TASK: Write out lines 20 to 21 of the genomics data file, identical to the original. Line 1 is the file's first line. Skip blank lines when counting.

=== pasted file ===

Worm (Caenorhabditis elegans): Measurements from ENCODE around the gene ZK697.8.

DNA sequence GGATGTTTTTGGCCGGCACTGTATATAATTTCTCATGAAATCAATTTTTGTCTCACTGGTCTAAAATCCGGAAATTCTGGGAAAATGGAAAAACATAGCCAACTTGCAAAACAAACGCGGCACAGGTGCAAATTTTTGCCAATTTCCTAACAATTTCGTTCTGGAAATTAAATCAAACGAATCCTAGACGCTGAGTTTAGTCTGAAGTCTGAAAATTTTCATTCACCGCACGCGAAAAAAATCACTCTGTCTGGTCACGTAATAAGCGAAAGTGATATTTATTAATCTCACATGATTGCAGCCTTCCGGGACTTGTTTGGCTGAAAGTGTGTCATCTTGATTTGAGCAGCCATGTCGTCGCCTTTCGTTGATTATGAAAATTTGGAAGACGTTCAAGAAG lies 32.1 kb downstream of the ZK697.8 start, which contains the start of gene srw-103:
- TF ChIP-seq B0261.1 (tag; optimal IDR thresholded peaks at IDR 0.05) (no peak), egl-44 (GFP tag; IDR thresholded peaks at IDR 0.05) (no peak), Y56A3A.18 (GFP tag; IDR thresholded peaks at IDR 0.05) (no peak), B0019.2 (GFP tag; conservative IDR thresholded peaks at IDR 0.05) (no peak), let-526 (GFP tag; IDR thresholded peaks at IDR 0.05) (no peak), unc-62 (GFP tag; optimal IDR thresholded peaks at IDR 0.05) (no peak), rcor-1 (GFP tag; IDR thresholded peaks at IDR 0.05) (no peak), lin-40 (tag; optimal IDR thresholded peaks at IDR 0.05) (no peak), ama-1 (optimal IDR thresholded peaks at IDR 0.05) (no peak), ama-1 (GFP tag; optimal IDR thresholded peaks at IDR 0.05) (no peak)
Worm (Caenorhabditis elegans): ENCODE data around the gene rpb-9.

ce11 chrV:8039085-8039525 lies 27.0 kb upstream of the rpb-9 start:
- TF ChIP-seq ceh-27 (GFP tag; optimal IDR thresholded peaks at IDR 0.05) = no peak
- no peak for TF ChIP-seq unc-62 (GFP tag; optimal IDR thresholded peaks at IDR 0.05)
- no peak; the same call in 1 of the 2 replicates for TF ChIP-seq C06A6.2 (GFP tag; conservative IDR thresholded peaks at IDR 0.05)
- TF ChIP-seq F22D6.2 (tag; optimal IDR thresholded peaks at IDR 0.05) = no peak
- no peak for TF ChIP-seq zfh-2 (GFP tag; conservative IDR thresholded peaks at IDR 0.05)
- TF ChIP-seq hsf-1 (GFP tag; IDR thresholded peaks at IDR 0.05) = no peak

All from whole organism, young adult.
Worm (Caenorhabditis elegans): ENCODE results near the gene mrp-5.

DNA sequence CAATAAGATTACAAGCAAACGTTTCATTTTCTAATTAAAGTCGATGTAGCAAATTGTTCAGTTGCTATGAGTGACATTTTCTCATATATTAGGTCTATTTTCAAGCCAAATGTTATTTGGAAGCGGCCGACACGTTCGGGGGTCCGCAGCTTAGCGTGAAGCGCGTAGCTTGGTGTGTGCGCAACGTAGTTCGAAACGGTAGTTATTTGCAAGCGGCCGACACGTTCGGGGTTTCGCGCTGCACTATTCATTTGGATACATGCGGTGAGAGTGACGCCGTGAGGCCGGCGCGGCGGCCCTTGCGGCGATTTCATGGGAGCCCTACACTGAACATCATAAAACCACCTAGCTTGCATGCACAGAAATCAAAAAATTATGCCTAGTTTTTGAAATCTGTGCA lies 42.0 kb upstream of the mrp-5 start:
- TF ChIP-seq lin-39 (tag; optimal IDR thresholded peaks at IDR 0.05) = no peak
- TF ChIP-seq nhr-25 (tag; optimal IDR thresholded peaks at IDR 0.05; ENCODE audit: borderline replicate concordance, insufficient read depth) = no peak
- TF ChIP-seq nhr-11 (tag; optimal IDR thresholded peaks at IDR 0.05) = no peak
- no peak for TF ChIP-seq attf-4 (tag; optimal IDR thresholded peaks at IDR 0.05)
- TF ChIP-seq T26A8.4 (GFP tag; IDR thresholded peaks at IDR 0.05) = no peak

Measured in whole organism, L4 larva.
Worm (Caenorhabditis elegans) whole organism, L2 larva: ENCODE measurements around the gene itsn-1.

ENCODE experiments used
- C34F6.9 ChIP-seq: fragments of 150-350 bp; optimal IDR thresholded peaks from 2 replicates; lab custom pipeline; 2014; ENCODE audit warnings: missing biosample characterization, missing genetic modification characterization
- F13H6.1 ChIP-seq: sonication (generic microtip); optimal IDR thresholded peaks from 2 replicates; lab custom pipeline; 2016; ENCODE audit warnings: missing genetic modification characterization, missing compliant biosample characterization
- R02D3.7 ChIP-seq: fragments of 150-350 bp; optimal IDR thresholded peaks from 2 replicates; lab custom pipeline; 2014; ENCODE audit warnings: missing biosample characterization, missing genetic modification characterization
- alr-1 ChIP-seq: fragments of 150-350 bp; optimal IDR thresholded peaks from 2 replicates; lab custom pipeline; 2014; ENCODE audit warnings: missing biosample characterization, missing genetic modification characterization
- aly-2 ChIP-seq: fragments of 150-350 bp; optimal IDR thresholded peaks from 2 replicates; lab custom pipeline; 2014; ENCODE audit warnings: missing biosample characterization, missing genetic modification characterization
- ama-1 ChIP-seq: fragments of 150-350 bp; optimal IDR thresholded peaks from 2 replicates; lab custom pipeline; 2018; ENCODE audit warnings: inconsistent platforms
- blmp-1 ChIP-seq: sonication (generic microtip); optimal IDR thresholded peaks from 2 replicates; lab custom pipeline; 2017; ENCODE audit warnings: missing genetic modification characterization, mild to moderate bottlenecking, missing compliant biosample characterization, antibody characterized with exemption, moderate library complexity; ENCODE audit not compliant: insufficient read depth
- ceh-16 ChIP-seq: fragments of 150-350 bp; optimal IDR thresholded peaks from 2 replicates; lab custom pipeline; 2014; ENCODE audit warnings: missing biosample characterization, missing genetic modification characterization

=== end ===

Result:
Measured in whole organism, L4 larva.
Worm (Caenorhabditis elegans) whole organism, L2 larva: ENCODE measurements around the gene itsn-1.